Political battle lines are increasingly being drawn up along the age divide and Philip Hammond is under pressure to introduce policies to attract the young voters in his first Autumn budget. I was interested to see a definition of young voter this weekend describing anyone between the ages of 18 to 40! This might sound alarming for anyone within a few years of either side of the boundary, but it divides the population approximately into a young half and an old half. So what changes might we see in the budget that attract the younger side of the dividing line without upsetting the traditional older Tory supporter?
Here are 5 questions to think about as we approach Budget Day:
1. Stamp Duty Land Tax (SDLT) – Should residential transactions be delayed in anticipation of a reduction in SDLT?
2. Income Tax – How might a reduction in income tax for younger workers affect you or your staff?
3. National Insurance (NIC) – How would an increase in NIC for the self-employed impact on your business?
4. Pensions – Should you consider taking a lump sum from your pension before the budget?
5. Inheritance Tax (IHT) – Should you take action in anticipation of a change to IHT business property relief?
Most commentators now think the current high levels of SDLT are causing a blockage in the housing market. Those already with a home and perhaps thinking of downsizing are being discouraged to do so due to the high SDLT cost of moving, and those seeking to get on the housing ladder or upsizing are also struggling. A decrease in SDLT across the board would help both sides, but would it be affordable? A policy aimed only at the young, say an exemption for first time buyers might help, but it would be likely to push up prices unless the housing supply increased. Perhaps a “downsizer” exemption would help free up supply? We have previously seen the short term effect of any expected change in SDLT rates which has either accelerated transactions or completely suspended them depending on whether rates are about to go up or down. Any change, which would almost certainly be a reduction is therefore likely to be implemented with immediate effect.
Not so long ago we had higher personal tax allowances for the older generation, so it is not too much of a stretch to imagine a higher allowance for younger people. Introducing a lower rate of tax for the young would be very difficult to implement, but a higher personal allowance would be comparatively simple to introduce.
The last attempt to increase NIC by a modest 2% for the self-employed helped the Conservatives lose their Commons majority so it would be understandable if there was a reluctance to revisit this area. However this is no longer a manifesto promise and a rebalancing of the NIC rates between the employed and self-employed is long overdue. There is scope for change here. A possible increase in the age at which NIC liability starts being payable could be paid for by an increase in the self-employed rate.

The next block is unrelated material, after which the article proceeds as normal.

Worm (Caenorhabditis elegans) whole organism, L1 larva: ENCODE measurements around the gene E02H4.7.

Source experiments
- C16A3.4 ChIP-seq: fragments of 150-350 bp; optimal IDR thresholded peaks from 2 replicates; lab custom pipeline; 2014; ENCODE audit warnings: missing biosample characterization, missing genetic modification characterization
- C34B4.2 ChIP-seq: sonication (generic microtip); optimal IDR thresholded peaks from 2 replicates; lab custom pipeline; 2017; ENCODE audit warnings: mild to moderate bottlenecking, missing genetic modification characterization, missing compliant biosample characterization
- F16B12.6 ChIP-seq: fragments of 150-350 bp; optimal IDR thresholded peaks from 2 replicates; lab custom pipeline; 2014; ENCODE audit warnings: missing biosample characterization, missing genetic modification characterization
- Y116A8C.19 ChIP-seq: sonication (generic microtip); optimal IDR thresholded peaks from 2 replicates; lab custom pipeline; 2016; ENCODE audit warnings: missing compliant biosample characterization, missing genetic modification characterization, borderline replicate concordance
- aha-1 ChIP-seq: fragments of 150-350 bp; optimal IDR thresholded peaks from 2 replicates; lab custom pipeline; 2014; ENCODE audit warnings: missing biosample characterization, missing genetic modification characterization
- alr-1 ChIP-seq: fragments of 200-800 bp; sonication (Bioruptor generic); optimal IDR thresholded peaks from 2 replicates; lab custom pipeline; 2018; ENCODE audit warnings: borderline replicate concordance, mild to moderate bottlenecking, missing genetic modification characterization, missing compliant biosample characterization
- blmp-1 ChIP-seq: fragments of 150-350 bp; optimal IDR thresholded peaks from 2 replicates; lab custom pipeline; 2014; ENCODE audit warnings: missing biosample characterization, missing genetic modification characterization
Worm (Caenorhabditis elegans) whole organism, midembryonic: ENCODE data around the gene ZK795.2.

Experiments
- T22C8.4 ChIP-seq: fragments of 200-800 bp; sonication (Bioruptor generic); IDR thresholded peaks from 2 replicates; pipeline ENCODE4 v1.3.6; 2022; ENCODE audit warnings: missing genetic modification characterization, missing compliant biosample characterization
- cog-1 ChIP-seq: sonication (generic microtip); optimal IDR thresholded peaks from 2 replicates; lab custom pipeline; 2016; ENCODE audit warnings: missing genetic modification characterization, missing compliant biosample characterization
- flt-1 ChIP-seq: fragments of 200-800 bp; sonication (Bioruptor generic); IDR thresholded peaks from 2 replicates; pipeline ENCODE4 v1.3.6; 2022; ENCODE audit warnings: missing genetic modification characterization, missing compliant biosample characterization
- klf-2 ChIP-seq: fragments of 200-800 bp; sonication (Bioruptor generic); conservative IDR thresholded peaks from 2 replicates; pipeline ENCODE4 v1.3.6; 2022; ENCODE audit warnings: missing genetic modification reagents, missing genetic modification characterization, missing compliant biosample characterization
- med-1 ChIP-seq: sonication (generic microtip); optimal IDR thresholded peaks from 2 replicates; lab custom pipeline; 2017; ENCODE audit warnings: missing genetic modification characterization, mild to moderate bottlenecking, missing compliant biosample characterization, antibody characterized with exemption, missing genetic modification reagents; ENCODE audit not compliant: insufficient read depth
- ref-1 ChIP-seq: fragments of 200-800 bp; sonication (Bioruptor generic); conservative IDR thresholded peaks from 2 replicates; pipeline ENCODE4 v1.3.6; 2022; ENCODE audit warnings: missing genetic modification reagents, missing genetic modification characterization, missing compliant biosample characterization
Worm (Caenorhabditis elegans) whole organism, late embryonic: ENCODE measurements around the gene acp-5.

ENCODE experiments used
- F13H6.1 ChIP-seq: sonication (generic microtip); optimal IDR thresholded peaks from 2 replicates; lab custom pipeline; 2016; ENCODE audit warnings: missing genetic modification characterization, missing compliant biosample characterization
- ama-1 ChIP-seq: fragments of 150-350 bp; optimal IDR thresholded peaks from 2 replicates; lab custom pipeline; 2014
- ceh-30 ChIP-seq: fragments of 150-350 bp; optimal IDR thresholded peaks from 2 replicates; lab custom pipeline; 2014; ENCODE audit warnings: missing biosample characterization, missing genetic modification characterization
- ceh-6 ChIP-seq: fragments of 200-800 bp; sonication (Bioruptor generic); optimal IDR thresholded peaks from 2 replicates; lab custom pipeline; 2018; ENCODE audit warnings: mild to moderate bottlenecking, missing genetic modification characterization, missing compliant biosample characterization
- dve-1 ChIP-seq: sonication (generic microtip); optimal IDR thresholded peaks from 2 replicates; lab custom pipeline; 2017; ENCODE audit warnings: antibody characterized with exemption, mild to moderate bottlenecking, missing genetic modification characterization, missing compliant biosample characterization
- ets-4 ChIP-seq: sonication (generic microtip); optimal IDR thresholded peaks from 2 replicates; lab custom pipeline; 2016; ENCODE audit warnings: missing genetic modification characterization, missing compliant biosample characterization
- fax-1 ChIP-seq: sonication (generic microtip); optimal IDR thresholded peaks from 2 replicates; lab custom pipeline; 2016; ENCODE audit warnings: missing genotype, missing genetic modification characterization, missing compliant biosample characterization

Some change to discourage the increasingly widespread use of service companies as an NIC avoidance mechanism is likely. A first step towards this was the introduction last year of the “off-payroll working rules” for the public sector. A similar rule for the private sector could be on the cards, but a more radical move might be to charge NIC on family company profits at the point of earning rather than at the point of extraction (a move back towards close company apportionment for those in the older camp and with long memories). Either way this could be a big money earner for the exchequer.
Pensions have been hit hard in recent times but the sheer size of the accumulated pension funds makes them a tempting pot for any chancellor to dip their hands in to. The one aspect of pension relief that no one has dared touch to date is the 25% tax free lump sum. This allowance has no particular justification and is a historical quirk with its origins lost in the passage of time. Outright abolition would be political suicide for any party but a brave chancellor might get away with a tinkering at the edges say a percentage or two reduction if sold on the rebalancing of the age divide ticket.
The likelihood of IHT being reduced in a young people’s budget is remote. An increase is far more likely and there is already a lot of speculation around the high cost to the exchequer of business property relief (BPR). The principle behind BPR is sound, allowing businesses to be kept intact without having to be sold off to pay IHT bills. However, this does encourage people to hold onto their businesses and business assets until death, rather than passing them on to the next generation early. In the past BPR has been at lower rates than the currently very generous 100%, so it would be easy to reduce that rate. There would however be knock on effects, for example an industry of AIM listed funds has built up around the availability of BPR for IHT planning, so a reduction would be likely to have a serious impact on the value of those funds and the availability of funding for those underlying companies.